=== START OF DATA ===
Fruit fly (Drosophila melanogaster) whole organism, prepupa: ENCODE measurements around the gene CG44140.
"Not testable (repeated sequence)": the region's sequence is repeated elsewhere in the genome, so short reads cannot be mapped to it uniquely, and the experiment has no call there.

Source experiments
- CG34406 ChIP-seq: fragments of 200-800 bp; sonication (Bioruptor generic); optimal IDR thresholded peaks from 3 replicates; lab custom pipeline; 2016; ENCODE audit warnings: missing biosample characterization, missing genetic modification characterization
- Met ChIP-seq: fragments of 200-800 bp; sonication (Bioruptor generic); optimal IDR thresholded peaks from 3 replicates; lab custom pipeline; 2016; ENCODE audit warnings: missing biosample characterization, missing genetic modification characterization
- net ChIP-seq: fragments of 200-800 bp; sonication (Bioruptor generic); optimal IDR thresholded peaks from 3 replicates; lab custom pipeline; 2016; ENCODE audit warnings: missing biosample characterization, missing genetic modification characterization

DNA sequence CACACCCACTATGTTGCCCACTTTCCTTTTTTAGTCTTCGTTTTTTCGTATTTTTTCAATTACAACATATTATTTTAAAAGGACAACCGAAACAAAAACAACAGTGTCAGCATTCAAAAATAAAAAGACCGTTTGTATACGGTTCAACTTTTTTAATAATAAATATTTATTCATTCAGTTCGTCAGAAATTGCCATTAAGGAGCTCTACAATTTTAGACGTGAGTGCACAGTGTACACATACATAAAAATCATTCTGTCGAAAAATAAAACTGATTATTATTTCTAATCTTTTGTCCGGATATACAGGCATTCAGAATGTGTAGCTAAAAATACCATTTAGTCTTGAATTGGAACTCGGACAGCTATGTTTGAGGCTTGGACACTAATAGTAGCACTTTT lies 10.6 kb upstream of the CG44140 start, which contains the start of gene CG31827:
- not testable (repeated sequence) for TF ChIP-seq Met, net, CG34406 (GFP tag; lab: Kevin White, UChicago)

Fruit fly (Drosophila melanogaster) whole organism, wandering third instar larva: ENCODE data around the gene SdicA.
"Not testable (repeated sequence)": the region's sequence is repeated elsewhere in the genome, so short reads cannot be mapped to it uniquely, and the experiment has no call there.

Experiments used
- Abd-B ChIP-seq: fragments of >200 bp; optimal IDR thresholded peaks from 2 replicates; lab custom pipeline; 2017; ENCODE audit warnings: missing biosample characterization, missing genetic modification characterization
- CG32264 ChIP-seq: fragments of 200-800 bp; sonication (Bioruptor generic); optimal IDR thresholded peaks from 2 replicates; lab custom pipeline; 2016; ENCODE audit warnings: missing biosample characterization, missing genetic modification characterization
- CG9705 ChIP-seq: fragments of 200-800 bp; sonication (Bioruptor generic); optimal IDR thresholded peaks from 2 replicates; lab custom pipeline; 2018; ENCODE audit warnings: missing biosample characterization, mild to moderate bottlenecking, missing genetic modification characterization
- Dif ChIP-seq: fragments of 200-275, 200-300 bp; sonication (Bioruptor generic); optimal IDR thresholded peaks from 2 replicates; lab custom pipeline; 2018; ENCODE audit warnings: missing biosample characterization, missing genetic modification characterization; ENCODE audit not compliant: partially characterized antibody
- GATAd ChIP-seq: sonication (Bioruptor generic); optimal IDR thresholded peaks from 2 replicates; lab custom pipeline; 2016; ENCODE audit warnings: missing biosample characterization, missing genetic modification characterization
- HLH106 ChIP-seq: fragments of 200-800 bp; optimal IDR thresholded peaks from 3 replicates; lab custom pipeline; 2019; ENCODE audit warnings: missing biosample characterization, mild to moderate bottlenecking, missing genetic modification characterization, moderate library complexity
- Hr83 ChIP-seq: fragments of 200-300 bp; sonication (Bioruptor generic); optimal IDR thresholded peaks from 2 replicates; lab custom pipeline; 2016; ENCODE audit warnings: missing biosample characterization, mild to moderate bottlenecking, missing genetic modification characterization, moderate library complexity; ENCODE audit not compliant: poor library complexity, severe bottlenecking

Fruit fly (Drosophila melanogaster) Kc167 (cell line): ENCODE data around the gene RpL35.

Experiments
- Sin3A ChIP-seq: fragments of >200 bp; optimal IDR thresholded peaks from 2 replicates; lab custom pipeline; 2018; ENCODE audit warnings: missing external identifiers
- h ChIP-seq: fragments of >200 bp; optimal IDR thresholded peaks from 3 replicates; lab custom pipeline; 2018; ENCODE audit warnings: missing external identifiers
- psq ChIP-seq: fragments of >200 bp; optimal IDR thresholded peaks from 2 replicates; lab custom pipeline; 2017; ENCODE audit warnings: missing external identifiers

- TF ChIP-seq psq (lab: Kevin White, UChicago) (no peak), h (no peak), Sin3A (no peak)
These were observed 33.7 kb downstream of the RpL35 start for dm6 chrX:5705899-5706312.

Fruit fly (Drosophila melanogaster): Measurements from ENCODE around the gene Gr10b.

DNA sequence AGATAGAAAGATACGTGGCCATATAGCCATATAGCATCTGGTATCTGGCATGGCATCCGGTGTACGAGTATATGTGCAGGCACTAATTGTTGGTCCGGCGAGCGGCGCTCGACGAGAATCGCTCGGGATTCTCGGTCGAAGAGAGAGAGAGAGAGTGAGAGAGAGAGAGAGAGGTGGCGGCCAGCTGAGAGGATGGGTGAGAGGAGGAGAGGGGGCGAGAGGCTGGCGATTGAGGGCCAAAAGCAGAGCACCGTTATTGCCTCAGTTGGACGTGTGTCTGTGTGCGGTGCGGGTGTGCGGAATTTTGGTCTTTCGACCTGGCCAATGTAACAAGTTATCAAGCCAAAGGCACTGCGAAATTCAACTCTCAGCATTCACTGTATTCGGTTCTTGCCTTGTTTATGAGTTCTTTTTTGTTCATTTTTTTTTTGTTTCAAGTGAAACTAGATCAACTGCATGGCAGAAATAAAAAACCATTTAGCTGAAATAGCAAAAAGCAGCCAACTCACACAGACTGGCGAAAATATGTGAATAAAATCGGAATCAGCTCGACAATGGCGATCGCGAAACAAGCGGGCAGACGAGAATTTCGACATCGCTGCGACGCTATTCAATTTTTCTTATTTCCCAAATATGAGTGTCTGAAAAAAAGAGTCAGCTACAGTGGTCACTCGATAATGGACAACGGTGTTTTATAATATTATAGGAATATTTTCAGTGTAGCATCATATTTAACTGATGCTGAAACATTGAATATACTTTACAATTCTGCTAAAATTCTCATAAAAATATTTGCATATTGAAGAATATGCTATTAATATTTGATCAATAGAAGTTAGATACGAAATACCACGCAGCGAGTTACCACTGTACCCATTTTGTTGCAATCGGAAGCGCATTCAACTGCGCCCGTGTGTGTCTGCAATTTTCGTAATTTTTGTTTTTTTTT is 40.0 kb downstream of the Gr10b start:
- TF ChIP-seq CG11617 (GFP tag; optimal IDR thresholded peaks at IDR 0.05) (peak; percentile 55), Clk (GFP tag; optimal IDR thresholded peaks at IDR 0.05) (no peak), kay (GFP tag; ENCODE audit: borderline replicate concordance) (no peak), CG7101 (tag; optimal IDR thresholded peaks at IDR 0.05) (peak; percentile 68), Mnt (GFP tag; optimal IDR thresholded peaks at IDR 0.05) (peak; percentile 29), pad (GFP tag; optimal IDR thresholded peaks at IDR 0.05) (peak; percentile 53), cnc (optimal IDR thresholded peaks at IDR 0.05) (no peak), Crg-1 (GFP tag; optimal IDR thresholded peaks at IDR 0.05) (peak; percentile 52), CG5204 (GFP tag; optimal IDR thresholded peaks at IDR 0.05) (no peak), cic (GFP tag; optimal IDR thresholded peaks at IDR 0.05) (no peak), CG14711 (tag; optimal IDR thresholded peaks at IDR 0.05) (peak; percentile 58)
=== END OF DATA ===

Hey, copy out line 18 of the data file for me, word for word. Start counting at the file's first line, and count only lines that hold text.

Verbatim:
- Hr83 ChIP-seq: fragments of 200-300 bp; sonication (Bioruptor generic); optimal IDR thresholded peaks from 2 replicates; lab custom pipeline; 2016; ENCODE audit warnings: missing biosample characterization, mild to moderate bottlenecking, missing genetic modification characterization, moderate library complexity; ENCODE audit not compliant: poor library complexity, severe bottlenecking